Why it matters: Federal fisheries management relies heavily on information about what was caught yesterday to predict how many fish can be caught tomorrow. The number of fish landed by the relatively few commercial fishermen can be counted dockside when they land and sell their fish. However, for millions of recreational anglers, the only way the National Marine Fisheries Service (NMFS) can get an estimate of harvest is through the use of a two-part survey – the Access Point Angler Intercept Survey, which collects catch-per-trip data, and the Fishing Effort Survey (FES), which gathers information about the number of trips anglers take. 2018 saw the most recent change to the effort component when the FES was changed to a mail survey from a coastal household telephone survey. Lauded over the last five years as the best scientific information available, NMFS recently revealed that is not likely the case.
- Fishery-dependent data, or how many are caught each year, play a central role in federal fisheries management. For the recreational sector, estimates of catch are generated through the Marine Recreational Information Program (MRIP).
- A recent discovery that MRIP has been overestimating recreational catch will cause problems for fisheries managers and may limit angler access for some fisheries over the next few years.
- A significant “redo” of recreational data collection lead by the states, and long supported by the Congressional Sportsmen’s Foundation (CSF), may finally be on the table.
Last week, the National Marine Fisheries Service (NMFS) held a virtual meeting with the Congressional Sportsmen’s Foundation and other representatives of the recreational fishing community to announce that they discovered a problem with how they estimate the number of fish we catch. Since federal fisheries management relies heavily on fishery-dependent data, or the estimated number of fish caught each year by anglers or commercial fishermen, to guestimate how many fish can be caught in the future, the discovery could have far-reaching implications for fisheries management and access to our recreational fisheries.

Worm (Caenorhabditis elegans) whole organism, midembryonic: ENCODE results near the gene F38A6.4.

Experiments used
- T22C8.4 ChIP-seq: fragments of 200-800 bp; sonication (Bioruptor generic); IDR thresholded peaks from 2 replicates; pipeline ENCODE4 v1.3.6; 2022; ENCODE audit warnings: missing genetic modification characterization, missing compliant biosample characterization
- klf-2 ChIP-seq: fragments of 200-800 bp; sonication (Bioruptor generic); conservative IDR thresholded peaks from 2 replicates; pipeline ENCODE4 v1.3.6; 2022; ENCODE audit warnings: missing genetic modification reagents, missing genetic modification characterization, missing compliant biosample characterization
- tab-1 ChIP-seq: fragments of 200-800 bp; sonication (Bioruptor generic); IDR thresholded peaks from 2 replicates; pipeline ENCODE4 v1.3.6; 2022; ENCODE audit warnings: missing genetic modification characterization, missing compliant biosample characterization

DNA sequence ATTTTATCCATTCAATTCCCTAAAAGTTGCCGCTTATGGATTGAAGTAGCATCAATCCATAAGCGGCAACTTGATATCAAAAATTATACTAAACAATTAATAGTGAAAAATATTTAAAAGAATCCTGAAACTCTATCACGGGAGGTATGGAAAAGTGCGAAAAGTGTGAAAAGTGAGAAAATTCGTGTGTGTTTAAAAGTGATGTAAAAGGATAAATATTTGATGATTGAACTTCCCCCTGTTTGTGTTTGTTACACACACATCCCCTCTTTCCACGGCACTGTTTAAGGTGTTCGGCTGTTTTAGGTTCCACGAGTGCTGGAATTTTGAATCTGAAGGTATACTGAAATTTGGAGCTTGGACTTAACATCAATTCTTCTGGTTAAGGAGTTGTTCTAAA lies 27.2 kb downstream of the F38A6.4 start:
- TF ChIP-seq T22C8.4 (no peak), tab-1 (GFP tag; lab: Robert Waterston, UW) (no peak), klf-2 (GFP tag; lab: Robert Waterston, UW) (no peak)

Specifically, the Marine Recreational Information Program, which is the federal survey system for estimating angler catch, has two components – the Access Point Angler Intercept Survey (APAIS), which collects catch-per-trip data by interviewing anglers at the boat ramp or pier, and the Fishing Effort Survey (FES), which gathers information about the number of trips anglers take through a mail survey. The FES survey has only been around since 2018 and indicated that recreational fishing effort has been much higher than what previous versions of the effort survey have estimated. Since being declared the best available science, the new FES-associated estimates have resulted in more fish available for harvest in some cases, along with allocation adjustments between the recreational and commercial sectors.
However, several states, and even anglers, raised concerns that the relatively new FES was overestimating harvest. Turns out, they were right. Through a pilot program that tested for bias in the new survey, NMFS has discovered that simply reordering the questions can result in a 30-40% reduction in effort estimated by the current FES. The negative – until all this gets sorted out, we will not have reliable estimates on the annual catch limit (ACL) or accountability measures (AM’s) for any given species. A positive – the dead discard estimates that has choked the red snapper season to just two days in the South Atlantic recently are too high as well, opening the door for the possibility of longer seasons in the future.
NMFS’s solution is to run another year-long study of a side-by-side comparison to see if they can arrive at some new estimates with any degree of confidence. CSF’s solution, which we have been advocating for years in the Gulf, South Atlantic, and elsewhere, is to scrap MRIP altogether and give data collection responsibilities to states that are interested in assuming the lead, not the federal government. The Gulf states have already demonstrated it can be done and with much more timely and accurate information available for monitoring and management in the end. The key is getting all the states to collectively agree on similar methodologies so that the data is comparable across regions and fisheries.